Opening Statement (As Prepared)

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Good morning, and thank you Chairmen Kelly and Waltz, and Ranking Member Garamendi for conducting this joint hearing to examine the Posture and Readiness of the Mobility Enterprise. 
I also want to thank the witnesses, General Van Ovost and Rear Admiral Ann Phillips, for being with us today.  I’ve had an opportunity to speak with both of you recently and I thank you for your engagement ahead of today’s hearing. General, welcome back to the committee – a lot has changed since we had this hearing around this time last year. 
Our mobility enterprise has had a busy and challenging year, as Russia’s continued incursion into Ukraine has highlighted increased uncertainty and instability for international rules-based order and logistics. 
TRANSCOM has done a tremendous job in this effort – delivering over 377 million pounds of equipment and 16,000 troops to our allies and partners in Europe with over 1,000 flights, 64 vessels, 143 trains, and nearly 7,000 trucks. 
This is a testament to the capability and capacity of our sealift and airlift fleets that have risen to the challenges of readiness shortfalls, obsolesce, and an evolving threat landscape. While supporting efforts to assist Ukraine, TRANSCOM continues to conduct global operations from Europe and the Middle East all the way to the Indo-Pacific region, ensuring that our mobility fleet is ready and able to respond worldwide. 
I am proud that our subcommittees, working in a bipartisan way, have led the way in Congress to expand the capabilities and capacity of our mobility enterprise. In just the last few years, we have established the Tanker Security Program, National Security Multi-Mission Vessel program, and just last year authorized a domestic new-build sealift program to compliment the Navy’s used sealift acquisition profile. I think all of us can be proud that these are not just talking points – this new capability is coming to life today, with real-world impact.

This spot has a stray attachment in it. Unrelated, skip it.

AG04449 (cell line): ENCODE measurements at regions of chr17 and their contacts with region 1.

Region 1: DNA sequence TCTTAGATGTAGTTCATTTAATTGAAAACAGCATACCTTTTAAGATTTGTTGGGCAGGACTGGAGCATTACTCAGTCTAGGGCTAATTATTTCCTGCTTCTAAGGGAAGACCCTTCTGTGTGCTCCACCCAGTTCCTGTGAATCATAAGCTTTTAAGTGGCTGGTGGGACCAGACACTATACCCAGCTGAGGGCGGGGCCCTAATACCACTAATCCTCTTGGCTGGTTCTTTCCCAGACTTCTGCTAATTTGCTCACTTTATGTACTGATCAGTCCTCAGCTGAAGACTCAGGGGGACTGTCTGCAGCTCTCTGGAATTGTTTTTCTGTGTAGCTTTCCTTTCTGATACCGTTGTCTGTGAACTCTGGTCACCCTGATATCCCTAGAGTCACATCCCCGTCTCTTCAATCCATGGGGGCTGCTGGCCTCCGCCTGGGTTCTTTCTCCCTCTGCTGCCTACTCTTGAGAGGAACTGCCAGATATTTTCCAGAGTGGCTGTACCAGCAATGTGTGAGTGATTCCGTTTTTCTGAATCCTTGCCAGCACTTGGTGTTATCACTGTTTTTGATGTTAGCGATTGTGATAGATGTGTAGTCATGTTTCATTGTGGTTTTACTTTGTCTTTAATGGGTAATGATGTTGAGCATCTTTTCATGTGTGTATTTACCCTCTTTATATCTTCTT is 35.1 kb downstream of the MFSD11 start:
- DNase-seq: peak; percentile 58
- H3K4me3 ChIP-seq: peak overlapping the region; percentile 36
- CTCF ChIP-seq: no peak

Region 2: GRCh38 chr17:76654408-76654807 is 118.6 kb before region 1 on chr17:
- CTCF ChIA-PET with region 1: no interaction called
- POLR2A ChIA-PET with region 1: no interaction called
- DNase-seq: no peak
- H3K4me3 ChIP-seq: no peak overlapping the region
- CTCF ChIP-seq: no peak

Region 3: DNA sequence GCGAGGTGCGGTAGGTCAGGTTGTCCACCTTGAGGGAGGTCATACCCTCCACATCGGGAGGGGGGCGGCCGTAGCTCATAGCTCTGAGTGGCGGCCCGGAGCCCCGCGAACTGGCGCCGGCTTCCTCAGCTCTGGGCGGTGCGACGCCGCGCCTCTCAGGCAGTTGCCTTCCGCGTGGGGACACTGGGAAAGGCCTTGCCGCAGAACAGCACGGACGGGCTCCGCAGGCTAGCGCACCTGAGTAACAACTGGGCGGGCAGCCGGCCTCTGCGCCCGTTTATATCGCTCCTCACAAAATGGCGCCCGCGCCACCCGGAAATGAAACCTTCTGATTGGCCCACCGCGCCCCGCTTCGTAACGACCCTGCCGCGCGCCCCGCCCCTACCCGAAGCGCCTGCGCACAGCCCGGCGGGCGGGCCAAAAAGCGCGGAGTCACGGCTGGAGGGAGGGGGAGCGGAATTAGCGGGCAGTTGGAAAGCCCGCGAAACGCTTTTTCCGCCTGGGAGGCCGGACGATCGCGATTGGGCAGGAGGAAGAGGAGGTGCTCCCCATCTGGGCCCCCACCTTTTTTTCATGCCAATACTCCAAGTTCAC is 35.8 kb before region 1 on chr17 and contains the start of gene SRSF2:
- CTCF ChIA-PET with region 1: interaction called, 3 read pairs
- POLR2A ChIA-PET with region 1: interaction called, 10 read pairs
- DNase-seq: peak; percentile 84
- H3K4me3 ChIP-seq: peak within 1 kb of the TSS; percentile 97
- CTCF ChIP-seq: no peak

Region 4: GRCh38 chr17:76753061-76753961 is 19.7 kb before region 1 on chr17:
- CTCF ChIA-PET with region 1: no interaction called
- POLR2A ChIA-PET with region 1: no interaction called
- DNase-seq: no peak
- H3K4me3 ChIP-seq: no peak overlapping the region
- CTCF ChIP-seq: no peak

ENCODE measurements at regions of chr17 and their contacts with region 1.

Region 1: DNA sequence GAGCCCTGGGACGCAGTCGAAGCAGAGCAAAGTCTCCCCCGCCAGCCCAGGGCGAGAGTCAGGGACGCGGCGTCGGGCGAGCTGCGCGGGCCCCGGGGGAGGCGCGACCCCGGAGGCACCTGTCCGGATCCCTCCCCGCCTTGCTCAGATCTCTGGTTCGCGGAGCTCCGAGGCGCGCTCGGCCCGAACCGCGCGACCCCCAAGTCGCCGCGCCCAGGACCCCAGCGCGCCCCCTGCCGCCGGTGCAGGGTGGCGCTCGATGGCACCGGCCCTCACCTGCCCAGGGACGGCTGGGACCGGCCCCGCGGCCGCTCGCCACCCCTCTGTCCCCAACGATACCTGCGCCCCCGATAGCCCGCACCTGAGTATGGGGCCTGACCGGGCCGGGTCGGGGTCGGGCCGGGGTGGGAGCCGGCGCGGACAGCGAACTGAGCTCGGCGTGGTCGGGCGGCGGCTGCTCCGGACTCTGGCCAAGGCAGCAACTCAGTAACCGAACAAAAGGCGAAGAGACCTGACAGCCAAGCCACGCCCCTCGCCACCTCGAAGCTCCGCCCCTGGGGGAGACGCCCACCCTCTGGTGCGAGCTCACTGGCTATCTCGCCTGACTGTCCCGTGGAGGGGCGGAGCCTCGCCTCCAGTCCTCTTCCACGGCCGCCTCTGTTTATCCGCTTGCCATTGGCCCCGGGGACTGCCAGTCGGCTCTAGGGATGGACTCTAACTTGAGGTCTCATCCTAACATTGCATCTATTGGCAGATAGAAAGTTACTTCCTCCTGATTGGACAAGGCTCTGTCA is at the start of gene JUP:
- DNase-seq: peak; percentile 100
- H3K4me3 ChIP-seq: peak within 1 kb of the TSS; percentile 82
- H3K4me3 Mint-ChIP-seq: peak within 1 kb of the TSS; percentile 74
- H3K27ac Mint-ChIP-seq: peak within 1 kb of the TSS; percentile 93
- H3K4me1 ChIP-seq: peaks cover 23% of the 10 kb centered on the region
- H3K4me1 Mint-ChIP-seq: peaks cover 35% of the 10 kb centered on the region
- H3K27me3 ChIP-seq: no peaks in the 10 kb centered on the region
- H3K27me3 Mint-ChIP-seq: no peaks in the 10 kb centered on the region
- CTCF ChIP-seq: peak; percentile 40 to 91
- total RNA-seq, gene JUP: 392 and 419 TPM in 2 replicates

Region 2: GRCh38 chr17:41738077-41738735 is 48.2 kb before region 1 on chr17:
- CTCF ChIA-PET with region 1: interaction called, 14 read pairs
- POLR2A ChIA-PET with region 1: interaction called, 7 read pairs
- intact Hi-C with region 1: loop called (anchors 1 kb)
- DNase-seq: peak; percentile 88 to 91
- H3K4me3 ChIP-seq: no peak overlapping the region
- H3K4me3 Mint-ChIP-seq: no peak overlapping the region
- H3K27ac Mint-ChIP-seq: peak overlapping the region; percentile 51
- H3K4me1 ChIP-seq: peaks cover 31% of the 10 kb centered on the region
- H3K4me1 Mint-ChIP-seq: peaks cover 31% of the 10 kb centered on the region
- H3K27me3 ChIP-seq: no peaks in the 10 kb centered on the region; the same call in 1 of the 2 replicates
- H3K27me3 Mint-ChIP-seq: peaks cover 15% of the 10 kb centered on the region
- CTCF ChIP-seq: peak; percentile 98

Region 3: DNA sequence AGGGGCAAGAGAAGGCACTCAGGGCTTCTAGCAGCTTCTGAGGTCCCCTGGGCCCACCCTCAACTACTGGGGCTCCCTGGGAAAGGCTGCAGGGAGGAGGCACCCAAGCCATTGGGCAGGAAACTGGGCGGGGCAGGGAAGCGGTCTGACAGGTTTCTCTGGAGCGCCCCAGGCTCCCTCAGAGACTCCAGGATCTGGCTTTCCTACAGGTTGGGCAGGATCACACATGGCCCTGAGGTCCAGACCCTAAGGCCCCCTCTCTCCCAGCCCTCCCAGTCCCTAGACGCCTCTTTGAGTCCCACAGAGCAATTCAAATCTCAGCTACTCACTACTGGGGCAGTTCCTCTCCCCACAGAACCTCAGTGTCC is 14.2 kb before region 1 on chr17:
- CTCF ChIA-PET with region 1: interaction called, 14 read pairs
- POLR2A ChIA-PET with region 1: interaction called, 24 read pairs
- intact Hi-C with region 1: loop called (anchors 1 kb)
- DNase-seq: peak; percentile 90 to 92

For example, in the Seapower Subcommittee we established the Tanker Security Program in the 2021 NDAA to address alarming gaps in at-set logistics. 
This last December, MARAD issued an interim final rule to solicit applications from eligible candidates for participation in the Tanker Security Program. I’m glad to see a strong response from industry on this and look forward to seeing this program start quickly. 
I am most encouraged that MARAD expects the first National Security Multi-mission Vessel (NSMV) to deliver in June, with her first Summer Sea Term shortly after. The NSMV program originated in the Seapower subcommittee when we crafted authorizing language in the 2016 NDAA. At the time, all of the state maritime academies from Maine to Texas were training cadets on ancient boats with aging technology. The first ship “THE EMPIRE STATE” which is 525 feet long with the capacity to carry up to 600 cadets and 100 officers, faculty, and staff, or 1,000 emergency responders in a disaster response, will deliver on time and with less than one percent cost growth which is phenomenal on a lead ship.
Across Philly Shipyard, the once nearly defunct yard is now filled with 2000+ shipbuilders working on the next 4 ships in this program. It is important to note that these ships are multi mission. They can be quickly converted into large sealift vessels to transport military personnel and cargo if the nation calls.
The NSVM program clearly shows that a cost-effective new build program using private sector methodology works as we take on the task of recapitalizing our sealift fleet. That is exactly why this committee led again last year to authorizing a sealift construction program using this “vessel construction manager” model. While I am disappointed that the budget request this year does not fund this approach and relies on continued acquisition of used foreign built vessels, I will continue to work with my colleagues on both sides of the aisle to ensure that we bolster our prioritization of a domestic new build program. 
When we met last year, the KC-46 platform was only certified to refuel 85% of aircraft in the fleet. The Air Force has taken the necessary steps to increase that rate and bring the program to a 99% air refueling capability rate. The Air Force also continues to upgrade the RVS system and provide operators with advanced refueling capability. 
Lastly, we will continue to support the recapitalization of the C-130 fleet. This recapitalization remains urgent, underscored by the grounding of C-130H without upgraded propellers due to propeller cracks. Modernizing these platforms will make the Air Force, and Air National Guard more effective. Intratheater Airlift capability is vital in high-end conflict, and C-130s will be leading this capability. We must ensure the fleet can provide the capacity required for sustained operations during conflict. 
I look forward to working with my colleagues in a bipartisan fashion as we develop the 2024 NDAA and our witnesses’ testimony this morning. 
With that, I yield back.